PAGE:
In praise of the ‘Don’t know’ voter

I am scraping the edges of my memory here, but I am fairly sure that opinion polls in my childhood (for the elections of 1970, 1974 and 1979) quoted four percentages: Conservative, Labour, Liberal and ‘Undecided’. Nowadays no figure is quoted for ‘Don’t knows’, and party support is contrived to add up to 100 per cent. Undecided respondents are variously treated according to each polling company’s methodology: a few ignore them completely; others apply a supplementary question such as ‘Which way would you vote if voting were compulsory?’ Their answer to this may be statistically downweighted, but it will still be added to the total for one party or another,

How (and why) we lie to ourselves about opinion polls

A strange ritual takes place on Twitter most evenings at around 10.30 p.m. Hundreds of political anoraks start tweeting the results of the YouGov daily tracker poll due to be published in the following day’s Sun. Some of them are neutrals, but the majority are politically aligned and will only tweet those results that show their party in front. I often wonder what the point of this is, even though I’m guilty of it myself. It’s not as if anyone is going to see the tweet and say, ‘Ooh, I wasn’t going to vote Conservative, but now that YouGov has them two points ahead I’ve changed my mind.’ I can think

Who are Ukip’s new voters? The kind of people who decide elections

An opinion poll to be published next week will reveal that Labour leader Ed Miliband is slightly less popular with the public than the vibrant Islamic State commander ‘Jihadi John’ and the late BBC disc jockey Jimmy Savile, and only two points more popular than His Infernal Majesty, Satan. The same poll will also put Labour slightly ahead of the Tories and therefore on course to be the largest party in a hung parliament come next May, with Ed Miliband as prime minister. This is but one reason why the next general election will be the most fascinating within living memory; the pollsters do not really have a clue what’s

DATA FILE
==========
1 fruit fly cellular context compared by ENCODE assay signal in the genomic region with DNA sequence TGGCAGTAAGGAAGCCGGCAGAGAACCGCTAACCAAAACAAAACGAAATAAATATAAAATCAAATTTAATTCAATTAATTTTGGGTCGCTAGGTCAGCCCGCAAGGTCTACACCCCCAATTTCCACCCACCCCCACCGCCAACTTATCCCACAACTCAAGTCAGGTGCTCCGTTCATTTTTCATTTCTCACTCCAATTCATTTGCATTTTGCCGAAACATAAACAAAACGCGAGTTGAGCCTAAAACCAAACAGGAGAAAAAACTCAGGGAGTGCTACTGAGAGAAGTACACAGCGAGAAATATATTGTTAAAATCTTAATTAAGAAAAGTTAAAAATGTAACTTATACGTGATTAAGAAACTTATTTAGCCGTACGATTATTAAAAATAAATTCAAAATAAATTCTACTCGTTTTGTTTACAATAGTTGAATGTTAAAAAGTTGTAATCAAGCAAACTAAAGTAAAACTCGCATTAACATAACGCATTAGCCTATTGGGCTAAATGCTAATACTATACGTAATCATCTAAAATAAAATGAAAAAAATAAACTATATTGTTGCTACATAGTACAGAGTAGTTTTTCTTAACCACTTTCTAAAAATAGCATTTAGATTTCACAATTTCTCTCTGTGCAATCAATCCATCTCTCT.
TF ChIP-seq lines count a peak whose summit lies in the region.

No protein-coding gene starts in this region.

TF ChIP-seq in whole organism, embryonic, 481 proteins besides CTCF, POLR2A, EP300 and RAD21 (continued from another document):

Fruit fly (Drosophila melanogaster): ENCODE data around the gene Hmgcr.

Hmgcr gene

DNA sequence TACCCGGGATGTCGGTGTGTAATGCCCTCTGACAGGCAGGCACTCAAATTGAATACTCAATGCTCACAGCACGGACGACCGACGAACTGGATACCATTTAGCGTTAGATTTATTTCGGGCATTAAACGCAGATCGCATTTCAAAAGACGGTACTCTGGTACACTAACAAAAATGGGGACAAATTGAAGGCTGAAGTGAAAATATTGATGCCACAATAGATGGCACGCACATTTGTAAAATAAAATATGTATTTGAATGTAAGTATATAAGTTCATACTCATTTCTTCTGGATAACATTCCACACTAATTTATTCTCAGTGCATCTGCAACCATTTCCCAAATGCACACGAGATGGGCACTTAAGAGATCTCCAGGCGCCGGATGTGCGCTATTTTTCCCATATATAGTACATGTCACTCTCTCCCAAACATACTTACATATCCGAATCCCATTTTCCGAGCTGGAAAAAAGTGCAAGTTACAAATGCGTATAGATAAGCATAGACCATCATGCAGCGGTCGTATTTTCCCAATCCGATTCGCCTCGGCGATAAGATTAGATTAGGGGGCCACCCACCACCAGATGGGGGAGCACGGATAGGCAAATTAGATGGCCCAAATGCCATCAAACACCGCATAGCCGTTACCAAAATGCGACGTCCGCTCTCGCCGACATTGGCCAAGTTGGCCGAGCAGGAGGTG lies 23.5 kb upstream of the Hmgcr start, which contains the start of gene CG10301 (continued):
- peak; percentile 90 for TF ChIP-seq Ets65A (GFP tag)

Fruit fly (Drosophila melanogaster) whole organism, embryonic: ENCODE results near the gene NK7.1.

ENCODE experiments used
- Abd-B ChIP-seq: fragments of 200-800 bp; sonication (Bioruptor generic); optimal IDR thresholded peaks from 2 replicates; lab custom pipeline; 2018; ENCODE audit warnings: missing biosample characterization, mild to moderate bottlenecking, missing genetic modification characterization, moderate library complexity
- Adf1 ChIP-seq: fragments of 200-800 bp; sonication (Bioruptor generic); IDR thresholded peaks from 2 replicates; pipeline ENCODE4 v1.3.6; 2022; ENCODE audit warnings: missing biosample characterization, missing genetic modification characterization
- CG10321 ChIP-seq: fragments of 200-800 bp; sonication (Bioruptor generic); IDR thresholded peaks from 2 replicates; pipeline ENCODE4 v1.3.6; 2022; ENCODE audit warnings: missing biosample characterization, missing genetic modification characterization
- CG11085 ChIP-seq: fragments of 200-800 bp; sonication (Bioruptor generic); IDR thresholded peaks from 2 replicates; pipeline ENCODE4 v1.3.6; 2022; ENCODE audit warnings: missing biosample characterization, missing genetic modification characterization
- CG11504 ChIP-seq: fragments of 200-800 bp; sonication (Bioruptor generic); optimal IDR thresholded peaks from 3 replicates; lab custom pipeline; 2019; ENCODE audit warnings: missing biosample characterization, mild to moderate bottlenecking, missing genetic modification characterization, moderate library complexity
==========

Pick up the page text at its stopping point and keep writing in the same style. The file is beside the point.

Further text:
The next election will break all the rules

Ed Miliband’s aides used to scurry around the parliamentary estate, their shoulders hunched. A look in their eyes suggested that they feared their boss’s harshest critics were right. But times have changed. Now Team Ed marches with heads high. The success of his pledge to freeze energy prices has given them a warm glow. Five weeks on from the Labour leader’s conference speech, his commitment still dominates political debate. It has boosted his personal ratings, helped his party increase its support in the polls and convinced his supporters that he might be Prime Minister after the next election. In these circumstances, one might expect the Tories to be panicking. But